Friday, March 30, 2012

Tzav 5772

This week's portion, Tzav (Leviticus 6:1 - 8:36) begins with the instructions to the priests about keeping a fire burning perpetually on the altar of ancient Israel.

The Hasidic masters, in their beautifully perceptive allegorical way of reading the Torah, understood the altar as the human heart and the fire that burns perpetually as the spiritual passion that keeps the heart engaged in a life of meaning and purpose.

Rabbi Shefa Gold has this to share about the image under consideration:


TZAV ASKS US TO ENTER WITHIN and inspect the condition of the innermost fire upon the altar of the heart. We are challenged to look at our lives and ask the serious and probing questions about what supports that fire as well as what puts it out.

The fire itself speaks to me and says, "You must provide the spark. Be with the people who spark your creativity and enthusiasm. Keep reading and learning. Seek out places of beauty. Let yourself be challenged by difficult and interesting projects. Make music and colorful art. Travel to exotic places. Find reasons to celebrate."

Seeing that I am listening, the fire grows bolder saying, "And I need space to burn. Spacious air. The breath of life. Spirit. Wind. Open spaces. If you schedule every minute of your day; if you fill the silence with words; if you clutter up your life with so much stuff ... how can you expect me to have enough space to burn?"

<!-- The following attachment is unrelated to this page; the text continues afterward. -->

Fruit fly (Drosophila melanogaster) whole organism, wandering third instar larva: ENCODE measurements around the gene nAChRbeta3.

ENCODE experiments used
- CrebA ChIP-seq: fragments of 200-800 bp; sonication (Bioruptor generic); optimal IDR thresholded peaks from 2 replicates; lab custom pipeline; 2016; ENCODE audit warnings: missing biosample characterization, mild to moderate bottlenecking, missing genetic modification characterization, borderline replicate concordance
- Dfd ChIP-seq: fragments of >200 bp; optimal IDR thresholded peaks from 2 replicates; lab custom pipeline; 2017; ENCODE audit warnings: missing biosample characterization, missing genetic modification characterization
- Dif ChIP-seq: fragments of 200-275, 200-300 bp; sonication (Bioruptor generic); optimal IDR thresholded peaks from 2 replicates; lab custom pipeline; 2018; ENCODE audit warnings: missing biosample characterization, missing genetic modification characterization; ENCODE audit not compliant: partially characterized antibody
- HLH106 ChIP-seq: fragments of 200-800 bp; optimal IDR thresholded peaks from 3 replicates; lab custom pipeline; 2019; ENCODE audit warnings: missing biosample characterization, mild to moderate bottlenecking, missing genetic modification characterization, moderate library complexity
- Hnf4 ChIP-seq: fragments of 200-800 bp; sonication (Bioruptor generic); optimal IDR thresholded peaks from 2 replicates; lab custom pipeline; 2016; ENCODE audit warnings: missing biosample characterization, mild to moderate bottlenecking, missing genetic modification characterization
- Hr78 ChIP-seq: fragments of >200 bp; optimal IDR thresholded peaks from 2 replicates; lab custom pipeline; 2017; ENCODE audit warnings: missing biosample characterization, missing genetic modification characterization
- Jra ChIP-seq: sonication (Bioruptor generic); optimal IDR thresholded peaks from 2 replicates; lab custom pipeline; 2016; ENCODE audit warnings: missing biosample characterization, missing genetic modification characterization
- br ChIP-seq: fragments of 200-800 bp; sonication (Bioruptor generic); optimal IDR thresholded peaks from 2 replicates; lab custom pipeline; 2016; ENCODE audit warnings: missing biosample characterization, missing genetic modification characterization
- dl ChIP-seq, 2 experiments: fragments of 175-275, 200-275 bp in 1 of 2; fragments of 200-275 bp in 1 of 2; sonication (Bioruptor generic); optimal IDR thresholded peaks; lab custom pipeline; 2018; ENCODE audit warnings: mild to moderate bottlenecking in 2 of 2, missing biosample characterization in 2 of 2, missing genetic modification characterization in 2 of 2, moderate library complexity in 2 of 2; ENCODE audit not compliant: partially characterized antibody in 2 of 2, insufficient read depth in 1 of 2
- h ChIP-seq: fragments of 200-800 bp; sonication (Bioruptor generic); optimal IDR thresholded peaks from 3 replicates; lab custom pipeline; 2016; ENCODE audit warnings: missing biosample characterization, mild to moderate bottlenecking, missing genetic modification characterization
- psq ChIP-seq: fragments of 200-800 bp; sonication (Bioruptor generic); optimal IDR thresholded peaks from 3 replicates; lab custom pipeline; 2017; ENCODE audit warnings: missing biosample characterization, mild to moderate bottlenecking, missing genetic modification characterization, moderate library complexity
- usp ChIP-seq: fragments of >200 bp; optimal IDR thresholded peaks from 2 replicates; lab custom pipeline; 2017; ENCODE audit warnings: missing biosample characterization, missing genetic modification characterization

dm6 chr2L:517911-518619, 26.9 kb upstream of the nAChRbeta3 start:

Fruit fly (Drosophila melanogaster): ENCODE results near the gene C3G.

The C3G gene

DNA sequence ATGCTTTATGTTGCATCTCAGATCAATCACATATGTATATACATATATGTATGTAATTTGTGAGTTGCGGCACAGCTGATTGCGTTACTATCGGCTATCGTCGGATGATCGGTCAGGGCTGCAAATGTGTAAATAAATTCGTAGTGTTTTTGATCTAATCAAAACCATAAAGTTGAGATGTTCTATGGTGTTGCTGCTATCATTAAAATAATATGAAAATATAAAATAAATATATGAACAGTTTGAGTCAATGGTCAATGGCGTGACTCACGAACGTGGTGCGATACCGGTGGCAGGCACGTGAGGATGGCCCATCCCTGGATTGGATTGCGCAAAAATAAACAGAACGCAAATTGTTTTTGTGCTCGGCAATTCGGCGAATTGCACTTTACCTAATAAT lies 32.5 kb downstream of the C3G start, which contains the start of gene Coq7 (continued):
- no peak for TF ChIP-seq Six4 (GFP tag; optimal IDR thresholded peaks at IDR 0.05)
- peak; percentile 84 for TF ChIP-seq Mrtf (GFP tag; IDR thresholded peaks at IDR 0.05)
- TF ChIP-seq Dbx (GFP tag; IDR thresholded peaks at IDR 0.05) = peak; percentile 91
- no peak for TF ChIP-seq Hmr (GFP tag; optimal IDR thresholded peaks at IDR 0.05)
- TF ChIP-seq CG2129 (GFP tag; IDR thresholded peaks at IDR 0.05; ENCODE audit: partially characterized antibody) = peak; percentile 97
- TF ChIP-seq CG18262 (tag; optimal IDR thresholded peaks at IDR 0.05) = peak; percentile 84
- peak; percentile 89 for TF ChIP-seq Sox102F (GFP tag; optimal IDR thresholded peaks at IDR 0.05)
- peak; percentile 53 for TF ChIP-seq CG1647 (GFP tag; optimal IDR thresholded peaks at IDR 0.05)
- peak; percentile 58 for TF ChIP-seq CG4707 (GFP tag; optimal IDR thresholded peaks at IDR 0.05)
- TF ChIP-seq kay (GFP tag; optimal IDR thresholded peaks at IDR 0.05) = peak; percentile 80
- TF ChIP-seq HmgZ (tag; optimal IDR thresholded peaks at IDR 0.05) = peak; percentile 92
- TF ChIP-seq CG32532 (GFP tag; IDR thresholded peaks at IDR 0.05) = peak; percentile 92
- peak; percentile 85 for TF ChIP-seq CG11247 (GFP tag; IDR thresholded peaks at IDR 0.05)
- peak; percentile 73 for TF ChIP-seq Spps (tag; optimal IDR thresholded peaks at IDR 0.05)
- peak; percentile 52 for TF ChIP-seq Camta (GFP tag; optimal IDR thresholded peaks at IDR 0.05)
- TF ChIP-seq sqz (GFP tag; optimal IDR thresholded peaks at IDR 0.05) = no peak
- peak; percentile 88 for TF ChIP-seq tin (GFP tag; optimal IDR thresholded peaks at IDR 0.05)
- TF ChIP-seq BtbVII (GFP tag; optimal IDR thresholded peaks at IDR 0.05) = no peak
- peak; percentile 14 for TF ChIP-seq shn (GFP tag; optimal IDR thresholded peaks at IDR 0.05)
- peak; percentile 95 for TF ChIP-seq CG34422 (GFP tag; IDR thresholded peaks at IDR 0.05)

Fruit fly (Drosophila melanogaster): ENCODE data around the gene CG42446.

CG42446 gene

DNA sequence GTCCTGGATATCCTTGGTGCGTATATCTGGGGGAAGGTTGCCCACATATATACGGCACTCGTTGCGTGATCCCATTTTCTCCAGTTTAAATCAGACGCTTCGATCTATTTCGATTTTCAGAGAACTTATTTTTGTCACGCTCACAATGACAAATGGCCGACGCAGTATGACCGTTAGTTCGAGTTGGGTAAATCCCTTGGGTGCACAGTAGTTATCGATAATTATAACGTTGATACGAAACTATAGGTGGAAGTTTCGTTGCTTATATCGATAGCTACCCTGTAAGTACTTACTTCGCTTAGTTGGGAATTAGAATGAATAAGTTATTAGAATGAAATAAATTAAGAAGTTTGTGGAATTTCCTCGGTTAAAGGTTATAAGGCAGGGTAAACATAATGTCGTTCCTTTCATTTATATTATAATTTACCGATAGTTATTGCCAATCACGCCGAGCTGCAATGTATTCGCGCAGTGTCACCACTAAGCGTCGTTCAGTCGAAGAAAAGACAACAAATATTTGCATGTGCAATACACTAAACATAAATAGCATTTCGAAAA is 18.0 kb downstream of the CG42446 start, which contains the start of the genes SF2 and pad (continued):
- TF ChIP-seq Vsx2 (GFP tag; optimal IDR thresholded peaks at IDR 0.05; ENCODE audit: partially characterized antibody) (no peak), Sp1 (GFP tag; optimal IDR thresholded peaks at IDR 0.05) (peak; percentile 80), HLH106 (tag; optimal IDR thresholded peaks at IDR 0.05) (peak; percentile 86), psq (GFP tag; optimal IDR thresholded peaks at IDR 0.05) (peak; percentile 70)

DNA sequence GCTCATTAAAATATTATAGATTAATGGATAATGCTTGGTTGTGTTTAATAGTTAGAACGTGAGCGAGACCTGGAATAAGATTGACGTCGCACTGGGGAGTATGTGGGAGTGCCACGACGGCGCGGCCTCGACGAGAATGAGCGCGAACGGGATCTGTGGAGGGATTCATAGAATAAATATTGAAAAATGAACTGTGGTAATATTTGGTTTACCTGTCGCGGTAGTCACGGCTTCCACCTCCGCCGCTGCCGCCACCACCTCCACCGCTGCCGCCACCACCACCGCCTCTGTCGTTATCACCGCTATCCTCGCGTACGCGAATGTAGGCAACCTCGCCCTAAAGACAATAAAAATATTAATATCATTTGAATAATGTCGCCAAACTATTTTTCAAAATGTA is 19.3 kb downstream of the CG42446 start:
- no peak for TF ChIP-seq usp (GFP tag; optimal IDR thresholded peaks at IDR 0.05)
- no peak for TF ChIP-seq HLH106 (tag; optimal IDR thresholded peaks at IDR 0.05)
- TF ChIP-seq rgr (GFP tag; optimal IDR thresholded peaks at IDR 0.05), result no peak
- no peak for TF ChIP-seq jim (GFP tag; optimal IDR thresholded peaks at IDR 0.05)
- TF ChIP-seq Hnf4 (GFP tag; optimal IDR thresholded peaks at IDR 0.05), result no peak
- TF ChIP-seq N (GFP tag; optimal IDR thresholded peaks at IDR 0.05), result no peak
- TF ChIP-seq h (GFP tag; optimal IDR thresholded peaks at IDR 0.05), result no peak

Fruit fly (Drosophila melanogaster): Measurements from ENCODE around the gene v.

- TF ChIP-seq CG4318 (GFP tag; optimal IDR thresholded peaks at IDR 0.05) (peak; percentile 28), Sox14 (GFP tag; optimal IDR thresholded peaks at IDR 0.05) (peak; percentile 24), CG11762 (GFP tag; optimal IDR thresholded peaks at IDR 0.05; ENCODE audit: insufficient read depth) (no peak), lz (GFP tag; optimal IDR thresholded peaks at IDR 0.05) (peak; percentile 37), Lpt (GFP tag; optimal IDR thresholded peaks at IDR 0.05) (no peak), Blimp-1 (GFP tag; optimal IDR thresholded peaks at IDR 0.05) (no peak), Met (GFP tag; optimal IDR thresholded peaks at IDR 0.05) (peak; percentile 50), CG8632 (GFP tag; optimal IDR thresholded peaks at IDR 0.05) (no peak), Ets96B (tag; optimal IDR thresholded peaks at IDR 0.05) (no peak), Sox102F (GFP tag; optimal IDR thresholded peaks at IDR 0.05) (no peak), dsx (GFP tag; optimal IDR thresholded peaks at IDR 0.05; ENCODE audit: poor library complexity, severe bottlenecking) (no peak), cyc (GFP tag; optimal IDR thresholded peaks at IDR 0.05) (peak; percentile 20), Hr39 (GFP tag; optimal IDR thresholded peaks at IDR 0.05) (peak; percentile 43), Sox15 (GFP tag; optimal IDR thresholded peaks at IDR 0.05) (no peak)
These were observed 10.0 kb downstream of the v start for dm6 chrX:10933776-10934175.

The fire begins to open to me and so I speak to her directly. "What will you use as fuel? What keeps you burning?"

The fire flickers brightly at my question and whispers, "The love that you give and the love that you receive... that is my fuel. For love is as fierce as death... no river can sweep it away" (Song of Songs 8:6-7).

"AND ONE MORE THING," says the fire, flashing righteously, "you must remove the dead ashes every day. I cannot burn clean and pure if the refuse of the past is allowed to accumulate within you. Each morning you must remove that which is old and done" (Click here for the full peirush/interpretation).

What is the fire that burns within you? How do you sustain it? How do you clean out the old to make way for the new? Please use our comments section of the blog to share your own spiritual insights into this parasha.

Shabbat Shalom!

Rabbi Jonathan E. Blake